Use your efficiency to your advantage and plan out your year well in advance. We can often take longer trips by tagging multiple weekends, public holidays, and annual leave days onto them to get the most time off possible.
Therefore, there is no excuse not to see the world!
11. Ask for unpaid leave
I understand if the word “unpaid” made you shy away, but give me a chance to explain.
If you can afford the holiday, taking unpaid days off may be a way to create time for a trip while still keeping your existing job.
Consequently, I’ve used this method plenty of times before, mainly adding a few unpaid days onto existing paid leave. However, this also means you need to learn to save extra money to pay the bills and I give you a few ideas on this below.
12. Don’t be scared of long-haul flights in a short time frame
Flying has become increasingly affordable among the myriad of great airlines available, making longer flights for shorter trips a viable option.
Keep an eye on good deals, sign up for newsletters, or get app notifications when prices drop below a certain level.
This is where your list of destinations will come in handy, sorted into travel time for flying or driving. It’s easy to round down the options when you are organized on what you’re looking for. Then, just start booking.
13. Fly out straight after work
When time is limited, as it so often is, flight times become hugely important in order to make the most of a destination. For example, if you take a late evening Friday and Sunday night flight on a short weekend tour.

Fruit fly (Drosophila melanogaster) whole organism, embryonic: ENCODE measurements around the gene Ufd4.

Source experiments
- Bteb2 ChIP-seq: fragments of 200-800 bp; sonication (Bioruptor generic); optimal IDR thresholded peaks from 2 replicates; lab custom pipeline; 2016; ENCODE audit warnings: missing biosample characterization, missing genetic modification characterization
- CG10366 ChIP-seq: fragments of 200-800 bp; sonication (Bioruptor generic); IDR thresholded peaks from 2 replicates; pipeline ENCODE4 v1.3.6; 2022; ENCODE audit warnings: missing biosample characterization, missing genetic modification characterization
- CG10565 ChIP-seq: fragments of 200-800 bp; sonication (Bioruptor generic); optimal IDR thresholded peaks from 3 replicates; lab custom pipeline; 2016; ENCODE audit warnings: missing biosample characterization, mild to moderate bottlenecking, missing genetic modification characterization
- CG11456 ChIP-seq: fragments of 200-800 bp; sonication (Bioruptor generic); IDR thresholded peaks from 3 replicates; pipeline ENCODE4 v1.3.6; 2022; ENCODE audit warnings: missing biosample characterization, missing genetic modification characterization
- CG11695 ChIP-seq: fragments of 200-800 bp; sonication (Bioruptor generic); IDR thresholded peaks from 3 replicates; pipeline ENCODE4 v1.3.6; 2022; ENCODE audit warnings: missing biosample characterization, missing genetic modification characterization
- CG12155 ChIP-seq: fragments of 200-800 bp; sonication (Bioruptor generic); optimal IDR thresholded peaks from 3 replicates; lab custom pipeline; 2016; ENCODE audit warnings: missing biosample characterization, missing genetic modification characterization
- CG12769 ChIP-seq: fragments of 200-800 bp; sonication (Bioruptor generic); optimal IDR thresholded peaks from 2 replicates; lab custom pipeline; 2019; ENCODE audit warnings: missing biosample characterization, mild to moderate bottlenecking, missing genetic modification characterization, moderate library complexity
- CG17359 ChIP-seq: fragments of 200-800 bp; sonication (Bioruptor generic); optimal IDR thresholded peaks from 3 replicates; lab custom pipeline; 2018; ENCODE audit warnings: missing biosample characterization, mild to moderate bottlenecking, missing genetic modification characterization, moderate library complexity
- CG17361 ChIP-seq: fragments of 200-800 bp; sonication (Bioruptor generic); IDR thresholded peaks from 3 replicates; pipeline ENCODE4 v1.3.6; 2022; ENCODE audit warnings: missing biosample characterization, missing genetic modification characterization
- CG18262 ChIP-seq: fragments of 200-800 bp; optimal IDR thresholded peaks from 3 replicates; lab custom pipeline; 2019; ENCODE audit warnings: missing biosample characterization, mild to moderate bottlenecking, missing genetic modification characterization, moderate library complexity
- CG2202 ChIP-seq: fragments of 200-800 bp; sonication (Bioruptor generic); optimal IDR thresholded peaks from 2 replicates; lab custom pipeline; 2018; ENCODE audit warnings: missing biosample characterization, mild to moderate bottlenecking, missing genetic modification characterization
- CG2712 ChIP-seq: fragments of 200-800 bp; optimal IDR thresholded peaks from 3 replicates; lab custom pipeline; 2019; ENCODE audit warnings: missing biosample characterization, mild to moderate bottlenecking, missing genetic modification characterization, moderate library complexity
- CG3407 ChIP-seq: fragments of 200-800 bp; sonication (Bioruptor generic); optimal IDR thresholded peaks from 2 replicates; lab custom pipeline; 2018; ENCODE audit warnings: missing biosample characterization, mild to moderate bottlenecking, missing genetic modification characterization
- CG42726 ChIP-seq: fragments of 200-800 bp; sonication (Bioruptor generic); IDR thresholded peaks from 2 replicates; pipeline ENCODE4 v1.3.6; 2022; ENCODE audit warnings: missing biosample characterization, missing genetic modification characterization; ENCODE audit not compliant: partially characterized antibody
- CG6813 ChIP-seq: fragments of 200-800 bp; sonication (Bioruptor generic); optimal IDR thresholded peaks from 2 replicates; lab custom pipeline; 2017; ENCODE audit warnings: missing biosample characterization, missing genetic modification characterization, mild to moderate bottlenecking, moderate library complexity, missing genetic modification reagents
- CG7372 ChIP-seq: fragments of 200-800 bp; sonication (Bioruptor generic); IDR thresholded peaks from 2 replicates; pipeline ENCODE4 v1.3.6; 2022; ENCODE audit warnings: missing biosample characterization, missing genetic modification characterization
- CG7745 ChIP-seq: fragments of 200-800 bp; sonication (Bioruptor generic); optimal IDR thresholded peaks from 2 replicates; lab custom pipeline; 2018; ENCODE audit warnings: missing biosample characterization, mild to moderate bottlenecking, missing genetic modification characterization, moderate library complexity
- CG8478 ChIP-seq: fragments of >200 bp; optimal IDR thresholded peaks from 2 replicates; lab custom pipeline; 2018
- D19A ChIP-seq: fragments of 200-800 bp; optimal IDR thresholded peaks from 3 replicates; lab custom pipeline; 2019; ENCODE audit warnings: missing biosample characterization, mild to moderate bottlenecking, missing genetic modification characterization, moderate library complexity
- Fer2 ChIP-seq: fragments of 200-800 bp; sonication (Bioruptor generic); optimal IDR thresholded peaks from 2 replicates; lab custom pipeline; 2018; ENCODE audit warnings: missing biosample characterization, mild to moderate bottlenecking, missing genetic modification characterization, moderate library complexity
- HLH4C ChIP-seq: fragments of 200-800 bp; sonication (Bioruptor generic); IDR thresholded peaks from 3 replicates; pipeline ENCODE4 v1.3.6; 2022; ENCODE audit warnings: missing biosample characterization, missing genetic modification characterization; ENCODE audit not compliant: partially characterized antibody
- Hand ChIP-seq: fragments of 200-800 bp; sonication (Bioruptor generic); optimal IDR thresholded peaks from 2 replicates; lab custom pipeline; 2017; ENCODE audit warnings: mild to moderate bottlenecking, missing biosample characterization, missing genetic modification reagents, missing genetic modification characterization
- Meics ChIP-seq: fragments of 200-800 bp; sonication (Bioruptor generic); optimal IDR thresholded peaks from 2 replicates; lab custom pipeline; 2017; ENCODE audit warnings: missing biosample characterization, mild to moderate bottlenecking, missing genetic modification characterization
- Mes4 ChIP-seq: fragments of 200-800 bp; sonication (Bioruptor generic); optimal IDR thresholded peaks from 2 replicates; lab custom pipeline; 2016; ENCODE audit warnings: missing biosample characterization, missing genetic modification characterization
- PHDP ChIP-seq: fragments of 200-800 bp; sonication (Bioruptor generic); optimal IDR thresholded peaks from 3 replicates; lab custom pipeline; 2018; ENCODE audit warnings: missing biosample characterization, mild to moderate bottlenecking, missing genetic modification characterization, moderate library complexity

This way, you have almost two full days to really enjoy yourself in a place you’ve never been. Even better still, if your office is close to the airport, take the early morning flight back home to work on Monday and get an extra night’s sleep!
Related: How to Travel with only a Carry-On
14. Take advantage of road trips close to your home
On the weekends, there’s nothing quite like taking a road trip within 4 hours of your home. It’s a great way to explore and discover all the hidden gems within your local area.
Researching sites online is always a good idea, so you will get all of the little nooks and crannies you can explore while out and about.
Mapping out your journey is also highly recommended, whether you’re mapping it out with pen and paper or utilizing digital tools that are available to help make navigating easier.
There’s so much beauty within our own backyards worth exploring, so head out on a road trip this weekend and have an adventure!
15. Travel during the off-season
The best way to save money on travel is to do it during the off-season, which ultimately serves two purposes!
Firstly, to help you save money for additional travel plans. And secondly, with fewer people, it’s easier to book at the last minute and avoid long lines giving you more time to fit other sites in.
Most people know that off-season travel is when hotel rates and airfare prices are typically lower than in peak season. Therefore, if you want the opportunity to travel while working full-time, consider travelling during the off-season to save money for more trips.
16. Use temporary or contract work and take time off in between
The most significant drawback to temporary or contract work is that you must make enough money from contract projects to take time off in between.
However, the positive side is that those who engage in contract or temporary work are often paid more than usual.
Another advantage is sometimes the opportunity for tax breaks and company write-offs since you’d technically be working for yourself. So, all things considered, if you’re in the right market, doing contract work can be profitable and definitely something worth investigating further.
Ways you can you save money for travelling?